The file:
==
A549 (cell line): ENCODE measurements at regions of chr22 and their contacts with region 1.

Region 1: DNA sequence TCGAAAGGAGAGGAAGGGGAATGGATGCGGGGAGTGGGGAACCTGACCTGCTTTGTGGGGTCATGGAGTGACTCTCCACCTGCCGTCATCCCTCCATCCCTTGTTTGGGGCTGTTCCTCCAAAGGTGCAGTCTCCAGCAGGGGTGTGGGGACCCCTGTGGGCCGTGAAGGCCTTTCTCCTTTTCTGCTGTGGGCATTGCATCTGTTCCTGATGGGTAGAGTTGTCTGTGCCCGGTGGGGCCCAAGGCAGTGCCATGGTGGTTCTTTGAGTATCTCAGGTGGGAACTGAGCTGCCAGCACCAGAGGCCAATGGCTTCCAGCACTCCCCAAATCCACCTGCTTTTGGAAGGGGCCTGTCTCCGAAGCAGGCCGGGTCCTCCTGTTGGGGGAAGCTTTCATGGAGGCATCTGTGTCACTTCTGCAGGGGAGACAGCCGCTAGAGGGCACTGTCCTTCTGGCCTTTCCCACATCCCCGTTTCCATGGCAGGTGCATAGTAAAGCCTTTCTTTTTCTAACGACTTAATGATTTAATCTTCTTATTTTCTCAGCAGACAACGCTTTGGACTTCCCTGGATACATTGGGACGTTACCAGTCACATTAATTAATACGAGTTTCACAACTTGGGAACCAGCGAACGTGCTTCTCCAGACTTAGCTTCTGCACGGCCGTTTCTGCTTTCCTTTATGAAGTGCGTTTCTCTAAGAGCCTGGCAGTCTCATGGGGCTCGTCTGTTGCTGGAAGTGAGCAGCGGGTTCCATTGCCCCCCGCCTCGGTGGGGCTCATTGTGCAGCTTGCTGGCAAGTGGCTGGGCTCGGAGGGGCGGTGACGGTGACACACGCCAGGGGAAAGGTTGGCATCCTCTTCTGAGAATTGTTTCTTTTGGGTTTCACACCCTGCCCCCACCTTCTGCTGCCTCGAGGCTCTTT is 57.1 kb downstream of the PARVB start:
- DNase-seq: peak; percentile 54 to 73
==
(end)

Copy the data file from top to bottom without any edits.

A549 (cell line): ENCODE measurements at regions of chr22 and their contacts with region 1.

Region 1: DNA sequence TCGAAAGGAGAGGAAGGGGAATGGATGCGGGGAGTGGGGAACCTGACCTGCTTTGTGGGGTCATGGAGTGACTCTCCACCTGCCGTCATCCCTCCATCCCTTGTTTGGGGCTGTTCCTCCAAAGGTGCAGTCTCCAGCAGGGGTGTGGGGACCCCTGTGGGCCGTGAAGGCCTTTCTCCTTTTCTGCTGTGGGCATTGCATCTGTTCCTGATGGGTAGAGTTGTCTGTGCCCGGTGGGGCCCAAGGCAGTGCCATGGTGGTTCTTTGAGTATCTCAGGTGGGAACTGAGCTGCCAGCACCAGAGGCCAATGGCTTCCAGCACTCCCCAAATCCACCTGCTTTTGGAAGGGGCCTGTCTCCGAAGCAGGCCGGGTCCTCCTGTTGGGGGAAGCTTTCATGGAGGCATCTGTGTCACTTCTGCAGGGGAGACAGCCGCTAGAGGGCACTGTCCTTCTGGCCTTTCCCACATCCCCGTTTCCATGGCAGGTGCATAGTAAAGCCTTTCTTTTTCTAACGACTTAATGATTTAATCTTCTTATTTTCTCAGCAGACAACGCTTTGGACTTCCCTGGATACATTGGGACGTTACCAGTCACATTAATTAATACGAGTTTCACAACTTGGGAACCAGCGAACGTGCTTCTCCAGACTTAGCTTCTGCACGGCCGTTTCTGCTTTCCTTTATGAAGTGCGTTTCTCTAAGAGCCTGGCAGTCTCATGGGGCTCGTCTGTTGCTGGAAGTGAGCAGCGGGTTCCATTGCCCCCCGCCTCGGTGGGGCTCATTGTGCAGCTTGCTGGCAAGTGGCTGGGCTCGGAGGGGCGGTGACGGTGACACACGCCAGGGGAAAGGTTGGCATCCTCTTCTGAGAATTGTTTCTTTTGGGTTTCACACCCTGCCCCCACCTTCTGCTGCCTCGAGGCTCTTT is 57.1 kb downstream of the PARVB start:
- DNase-seq: peak; percentile 54 to 73